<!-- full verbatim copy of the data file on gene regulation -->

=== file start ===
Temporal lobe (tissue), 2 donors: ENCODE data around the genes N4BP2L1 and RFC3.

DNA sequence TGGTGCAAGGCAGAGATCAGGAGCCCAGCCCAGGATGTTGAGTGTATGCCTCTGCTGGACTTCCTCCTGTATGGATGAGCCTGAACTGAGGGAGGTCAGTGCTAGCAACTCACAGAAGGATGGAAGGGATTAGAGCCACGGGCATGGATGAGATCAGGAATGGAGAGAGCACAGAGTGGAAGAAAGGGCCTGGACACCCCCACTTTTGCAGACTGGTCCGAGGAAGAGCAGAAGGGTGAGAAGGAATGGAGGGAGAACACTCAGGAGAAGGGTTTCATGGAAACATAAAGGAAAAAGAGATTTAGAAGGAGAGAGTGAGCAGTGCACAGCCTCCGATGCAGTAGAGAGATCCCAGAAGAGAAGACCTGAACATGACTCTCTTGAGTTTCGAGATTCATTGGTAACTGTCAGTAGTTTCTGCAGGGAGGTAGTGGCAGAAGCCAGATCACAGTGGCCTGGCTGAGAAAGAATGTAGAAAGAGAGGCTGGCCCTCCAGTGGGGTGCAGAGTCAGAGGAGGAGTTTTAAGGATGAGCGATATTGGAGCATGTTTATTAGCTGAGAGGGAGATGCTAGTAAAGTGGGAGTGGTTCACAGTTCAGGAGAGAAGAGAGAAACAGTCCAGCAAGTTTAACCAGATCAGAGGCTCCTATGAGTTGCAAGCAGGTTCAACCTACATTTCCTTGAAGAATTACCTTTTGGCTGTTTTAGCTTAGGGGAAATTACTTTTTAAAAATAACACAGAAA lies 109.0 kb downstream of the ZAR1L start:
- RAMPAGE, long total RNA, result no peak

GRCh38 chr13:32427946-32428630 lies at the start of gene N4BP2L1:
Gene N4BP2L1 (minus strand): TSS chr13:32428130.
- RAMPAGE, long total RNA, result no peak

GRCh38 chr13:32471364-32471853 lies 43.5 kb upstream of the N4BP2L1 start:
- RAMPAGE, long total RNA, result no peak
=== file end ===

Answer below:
Temporal lobe (tissue), 2 donors: ENCODE data around the genes N4BP2L1 and RFC3.

DNA sequence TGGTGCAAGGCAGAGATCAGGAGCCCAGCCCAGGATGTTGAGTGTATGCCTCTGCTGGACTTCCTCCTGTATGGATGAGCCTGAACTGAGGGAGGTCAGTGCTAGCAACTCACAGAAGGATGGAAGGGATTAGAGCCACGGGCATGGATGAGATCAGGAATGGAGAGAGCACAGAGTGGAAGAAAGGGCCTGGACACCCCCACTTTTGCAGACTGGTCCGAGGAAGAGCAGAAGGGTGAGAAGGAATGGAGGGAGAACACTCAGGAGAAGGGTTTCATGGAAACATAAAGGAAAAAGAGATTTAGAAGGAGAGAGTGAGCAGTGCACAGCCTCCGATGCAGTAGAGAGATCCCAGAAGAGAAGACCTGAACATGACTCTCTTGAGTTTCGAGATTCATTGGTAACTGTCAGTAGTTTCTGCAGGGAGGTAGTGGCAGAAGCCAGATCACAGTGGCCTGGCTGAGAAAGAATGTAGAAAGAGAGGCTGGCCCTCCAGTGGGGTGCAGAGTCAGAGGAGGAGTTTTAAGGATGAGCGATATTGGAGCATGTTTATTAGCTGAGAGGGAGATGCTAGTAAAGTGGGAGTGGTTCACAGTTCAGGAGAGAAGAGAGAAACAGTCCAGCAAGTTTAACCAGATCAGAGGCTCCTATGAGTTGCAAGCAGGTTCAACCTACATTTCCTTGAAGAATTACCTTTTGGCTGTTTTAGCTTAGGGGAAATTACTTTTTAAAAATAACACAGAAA lies 109.0 kb downstream of the ZAR1L start:
- RAMPAGE, long total RNA, result no peak

GRCh38 chr13:32427946-32428630 lies at the start of gene N4BP2L1:
Gene N4BP2L1 (minus strand): TSS chr13:32428130.
- RAMPAGE, long total RNA, result no peak

GRCh38 chr13:32471364-32471853 lies 43.5 kb upstream of the N4BP2L1 start:
- RAMPAGE, long total RNA, result no peak